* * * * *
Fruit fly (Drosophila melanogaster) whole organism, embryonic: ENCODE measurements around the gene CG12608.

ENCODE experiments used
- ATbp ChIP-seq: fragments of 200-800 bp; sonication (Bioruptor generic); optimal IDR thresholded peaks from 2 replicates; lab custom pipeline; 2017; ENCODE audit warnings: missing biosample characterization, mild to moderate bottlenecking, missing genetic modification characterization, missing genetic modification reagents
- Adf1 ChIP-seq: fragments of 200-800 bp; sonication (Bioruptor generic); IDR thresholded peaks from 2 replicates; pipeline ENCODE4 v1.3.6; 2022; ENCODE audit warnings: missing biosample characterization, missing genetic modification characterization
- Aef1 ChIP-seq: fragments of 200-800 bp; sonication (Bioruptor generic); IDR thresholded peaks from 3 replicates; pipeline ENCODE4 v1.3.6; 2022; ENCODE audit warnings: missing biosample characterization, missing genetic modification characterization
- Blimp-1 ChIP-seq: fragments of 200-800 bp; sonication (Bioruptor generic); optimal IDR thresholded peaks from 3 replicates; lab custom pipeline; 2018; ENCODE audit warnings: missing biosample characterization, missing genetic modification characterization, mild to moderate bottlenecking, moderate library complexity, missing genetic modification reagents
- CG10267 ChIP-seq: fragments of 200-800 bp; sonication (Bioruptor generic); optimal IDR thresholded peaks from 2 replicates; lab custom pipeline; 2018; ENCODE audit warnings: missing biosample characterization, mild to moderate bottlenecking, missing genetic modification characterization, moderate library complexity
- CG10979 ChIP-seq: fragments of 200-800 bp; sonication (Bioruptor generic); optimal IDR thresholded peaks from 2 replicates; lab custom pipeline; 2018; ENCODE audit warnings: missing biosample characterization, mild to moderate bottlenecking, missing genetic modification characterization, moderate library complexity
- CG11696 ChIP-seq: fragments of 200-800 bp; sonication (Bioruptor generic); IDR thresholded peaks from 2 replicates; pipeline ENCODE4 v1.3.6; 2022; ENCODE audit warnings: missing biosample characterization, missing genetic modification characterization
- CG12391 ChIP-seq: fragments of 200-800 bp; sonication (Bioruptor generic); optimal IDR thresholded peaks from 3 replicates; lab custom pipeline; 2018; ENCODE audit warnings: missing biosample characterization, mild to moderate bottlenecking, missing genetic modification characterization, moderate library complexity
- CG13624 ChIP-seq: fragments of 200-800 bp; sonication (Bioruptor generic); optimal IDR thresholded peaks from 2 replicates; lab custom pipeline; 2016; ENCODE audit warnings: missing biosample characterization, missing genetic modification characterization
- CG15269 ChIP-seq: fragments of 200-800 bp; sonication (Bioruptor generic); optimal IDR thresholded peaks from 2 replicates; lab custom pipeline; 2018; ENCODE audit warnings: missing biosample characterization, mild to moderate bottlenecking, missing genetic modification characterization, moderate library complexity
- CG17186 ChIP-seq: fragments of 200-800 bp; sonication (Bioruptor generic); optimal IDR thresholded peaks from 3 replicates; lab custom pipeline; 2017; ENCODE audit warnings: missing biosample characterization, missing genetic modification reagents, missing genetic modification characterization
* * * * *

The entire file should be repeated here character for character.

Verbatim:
Fruit fly (Drosophila melanogaster) whole organism, embryonic: ENCODE measurements around the gene CG12608.

ENCODE experiments used
- ATbp ChIP-seq: fragments of 200-800 bp; sonication (Bioruptor generic); optimal IDR thresholded peaks from 2 replicates; lab custom pipeline; 2017; ENCODE audit warnings: missing biosample characterization, mild to moderate bottlenecking, missing genetic modification characterization, missing genetic modification reagents
- Adf1 ChIP-seq: fragments of 200-800 bp; sonication (Bioruptor generic); IDR thresholded peaks from 2 replicates; pipeline ENCODE4 v1.3.6; 2022; ENCODE audit warnings: missing biosample characterization, missing genetic modification characterization
- Aef1 ChIP-seq: fragments of 200-800 bp; sonication (Bioruptor generic); IDR thresholded peaks from 3 replicates; pipeline ENCODE4 v1.3.6; 2022; ENCODE audit warnings: missing biosample characterization, missing genetic modification characterization
- Blimp-1 ChIP-seq: fragments of 200-800 bp; sonication (Bioruptor generic); optimal IDR thresholded peaks from 3 replicates; lab custom pipeline; 2018; ENCODE audit warnings: missing biosample characterization, missing genetic modification characterization, mild to moderate bottlenecking, moderate library complexity, missing genetic modification reagents
- CG10267 ChIP-seq: fragments of 200-800 bp; sonication (Bioruptor generic); optimal IDR thresholded peaks from 2 replicates; lab custom pipeline; 2018; ENCODE audit warnings: missing biosample characterization, mild to moderate bottlenecking, missing genetic modification characterization, moderate library complexity
- CG10979 ChIP-seq: fragments of 200-800 bp; sonication (Bioruptor generic); optimal IDR thresholded peaks from 2 replicates; lab custom pipeline; 2018; ENCODE audit warnings: missing biosample characterization, mild to moderate bottlenecking, missing genetic modification characterization, moderate library complexity
- CG11696 ChIP-seq: fragments of 200-800 bp; sonication (Bioruptor generic); IDR thresholded peaks from 2 replicates; pipeline ENCODE4 v1.3.6; 2022; ENCODE audit warnings: missing biosample characterization, missing genetic modification characterization
- CG12391 ChIP-seq: fragments of 200-800 bp; sonication (Bioruptor generic); optimal IDR thresholded peaks from 3 replicates; lab custom pipeline; 2018; ENCODE audit warnings: missing biosample characterization, mild to moderate bottlenecking, missing genetic modification characterization, moderate library complexity
- CG13624 ChIP-seq: fragments of 200-800 bp; sonication (Bioruptor generic); optimal IDR thresholded peaks from 2 replicates; lab custom pipeline; 2016; ENCODE audit warnings: missing biosample characterization, missing genetic modification characterization
- CG15269 ChIP-seq: fragments of 200-800 bp; sonication (Bioruptor generic); optimal IDR thresholded peaks from 2 replicates; lab custom pipeline; 2018; ENCODE audit warnings: missing biosample characterization, mild to moderate bottlenecking, missing genetic modification characterization, moderate library complexity
- CG17186 ChIP-seq: fragments of 200-800 bp; sonication (Bioruptor generic); optimal IDR thresholded peaks from 3 replicates; lab custom pipeline; 2017; ENCODE audit warnings: missing biosample characterization, missing genetic modification reagents, missing genetic modification characterization